After-Incurred Obligations While a pledge, real estate mortgage, or antichresis may exceptionally secure after-incurred obligations so long as these future debts are accurately described, a chattel mortgage can only cover obligations existing at the time the mortgage is constituted. Therefore, although a promise expressed in the chattel mortgage to include debts that are yet to be contracted can be a binding commitment that can be compelled upon, the security itself, however, does not come into existence or arise until after a chattel mortgage agreement covering the newly contracted debt is executed either by concluding a fresh chattel mortgage or by amending the old contract conformably with form prescribed by the Chattel Mortgage Law. This ruling is due to the requirement in the Affidavit of Good Faith which must contain an oath that the mortgage is made for the purpose of securing the obligation specified in the conditions thereof, and for no other purpose, and that the same is a just and valid obligation, and one not entered into for the purpose of fraud which makes it obvious that the debt referred to in the law is current, not an obligation that is yet merely contemplated. (Acme Shoe, Rubber & Plastic Corp. v. Court of Appeals, 73 SCAD 410, 260 SCRA 714 [1996]).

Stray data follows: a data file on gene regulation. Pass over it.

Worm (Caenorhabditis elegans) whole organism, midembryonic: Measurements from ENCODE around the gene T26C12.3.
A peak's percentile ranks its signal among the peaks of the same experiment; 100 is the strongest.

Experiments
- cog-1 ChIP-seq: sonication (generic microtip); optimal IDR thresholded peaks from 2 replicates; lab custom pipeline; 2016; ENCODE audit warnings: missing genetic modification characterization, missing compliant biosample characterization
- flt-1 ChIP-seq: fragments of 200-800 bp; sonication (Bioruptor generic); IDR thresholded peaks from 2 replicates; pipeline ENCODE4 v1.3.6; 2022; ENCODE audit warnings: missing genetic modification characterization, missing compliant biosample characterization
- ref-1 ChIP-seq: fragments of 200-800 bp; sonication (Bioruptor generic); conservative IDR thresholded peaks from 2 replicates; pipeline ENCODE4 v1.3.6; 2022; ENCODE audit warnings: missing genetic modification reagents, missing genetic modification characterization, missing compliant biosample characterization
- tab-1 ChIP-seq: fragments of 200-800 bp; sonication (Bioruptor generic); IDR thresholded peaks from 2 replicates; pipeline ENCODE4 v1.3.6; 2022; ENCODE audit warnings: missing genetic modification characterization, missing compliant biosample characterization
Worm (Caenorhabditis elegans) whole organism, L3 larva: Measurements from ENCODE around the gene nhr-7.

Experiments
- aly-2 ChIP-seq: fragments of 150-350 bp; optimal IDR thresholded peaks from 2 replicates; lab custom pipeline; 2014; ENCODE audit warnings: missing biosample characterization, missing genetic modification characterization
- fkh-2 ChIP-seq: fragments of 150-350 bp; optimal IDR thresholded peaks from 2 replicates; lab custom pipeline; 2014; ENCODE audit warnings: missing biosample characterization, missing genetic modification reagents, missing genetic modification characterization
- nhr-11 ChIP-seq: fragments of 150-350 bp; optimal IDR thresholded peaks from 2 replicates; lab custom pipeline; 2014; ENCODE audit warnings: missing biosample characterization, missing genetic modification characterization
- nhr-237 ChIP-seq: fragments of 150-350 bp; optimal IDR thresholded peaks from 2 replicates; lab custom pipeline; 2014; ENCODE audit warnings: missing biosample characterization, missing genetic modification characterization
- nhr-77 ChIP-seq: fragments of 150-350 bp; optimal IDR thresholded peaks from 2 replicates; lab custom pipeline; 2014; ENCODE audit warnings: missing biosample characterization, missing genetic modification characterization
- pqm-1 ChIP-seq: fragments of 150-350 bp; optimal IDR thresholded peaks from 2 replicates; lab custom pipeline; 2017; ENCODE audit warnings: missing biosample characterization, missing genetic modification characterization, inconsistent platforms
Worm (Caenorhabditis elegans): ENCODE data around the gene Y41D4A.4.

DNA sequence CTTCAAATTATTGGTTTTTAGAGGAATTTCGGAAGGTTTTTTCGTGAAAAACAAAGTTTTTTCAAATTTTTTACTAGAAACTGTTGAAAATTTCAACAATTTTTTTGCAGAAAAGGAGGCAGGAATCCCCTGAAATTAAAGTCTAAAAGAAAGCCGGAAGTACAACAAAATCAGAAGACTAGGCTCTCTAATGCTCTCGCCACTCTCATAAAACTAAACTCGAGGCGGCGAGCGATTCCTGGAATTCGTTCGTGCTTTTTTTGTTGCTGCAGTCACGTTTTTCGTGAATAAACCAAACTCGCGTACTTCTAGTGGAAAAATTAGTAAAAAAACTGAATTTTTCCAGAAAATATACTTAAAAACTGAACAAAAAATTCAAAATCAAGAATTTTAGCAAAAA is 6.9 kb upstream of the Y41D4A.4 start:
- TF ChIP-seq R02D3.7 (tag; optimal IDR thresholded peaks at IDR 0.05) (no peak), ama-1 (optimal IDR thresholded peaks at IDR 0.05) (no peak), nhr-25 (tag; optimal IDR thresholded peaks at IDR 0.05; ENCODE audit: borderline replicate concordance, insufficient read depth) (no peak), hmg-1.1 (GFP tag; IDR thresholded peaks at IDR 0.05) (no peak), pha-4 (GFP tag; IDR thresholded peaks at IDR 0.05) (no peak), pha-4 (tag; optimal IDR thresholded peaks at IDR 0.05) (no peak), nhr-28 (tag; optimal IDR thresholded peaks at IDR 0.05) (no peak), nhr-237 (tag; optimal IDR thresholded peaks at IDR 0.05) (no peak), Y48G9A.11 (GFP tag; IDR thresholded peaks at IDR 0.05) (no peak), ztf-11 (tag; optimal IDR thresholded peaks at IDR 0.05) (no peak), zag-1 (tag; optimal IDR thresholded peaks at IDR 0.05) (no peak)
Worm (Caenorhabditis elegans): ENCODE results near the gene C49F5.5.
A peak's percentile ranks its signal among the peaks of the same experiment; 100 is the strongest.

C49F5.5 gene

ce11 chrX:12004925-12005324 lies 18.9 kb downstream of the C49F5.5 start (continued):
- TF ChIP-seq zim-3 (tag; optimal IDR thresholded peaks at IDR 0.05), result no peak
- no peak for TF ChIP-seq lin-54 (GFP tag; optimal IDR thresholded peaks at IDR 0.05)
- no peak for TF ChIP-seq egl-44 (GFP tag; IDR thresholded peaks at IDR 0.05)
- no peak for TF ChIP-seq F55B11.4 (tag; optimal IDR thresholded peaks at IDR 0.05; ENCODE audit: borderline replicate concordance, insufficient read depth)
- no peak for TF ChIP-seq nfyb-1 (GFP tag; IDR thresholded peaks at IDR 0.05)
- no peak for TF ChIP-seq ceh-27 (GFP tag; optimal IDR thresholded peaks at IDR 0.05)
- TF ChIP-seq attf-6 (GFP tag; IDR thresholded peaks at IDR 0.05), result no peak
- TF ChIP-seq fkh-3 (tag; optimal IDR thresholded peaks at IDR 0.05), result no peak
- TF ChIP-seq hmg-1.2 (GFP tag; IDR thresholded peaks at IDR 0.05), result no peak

4.

After-Acquired Properties The chattel mortgage shall cover only the property described in the deed and not any other like or substituted property. (Sec. 7).

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Transportation Office. (Borlough v. Fortune Enterprises, 100 Phil. 1063 [1957]). Otherwise, the failure of the mortgagee to report the mortgage executed in his favor has the effect of making said mortgage ineffective against a purchaser in good faith who registers his purchase in the motor vehicle office. (d) Vessels 1. 2. Register with Coastguard the Philippine

6.

Registration Requirements to Make Chattel Mortgage Binding Against Third Parties Under Sec. 4, a chattel mortgage leaves the property in the possession of the debtor. Hence, this section lays down the requisites which must be complied with in order to make a chattel mortgage affect third parties for the protection of the creditor. (a) General Rule: The chattel mortgage must be registered with the Register of Deeds where the debtor resides in order to bind third persons. (Sec. 4). If mortgagor resides abroad, must be registered in the province where the property is located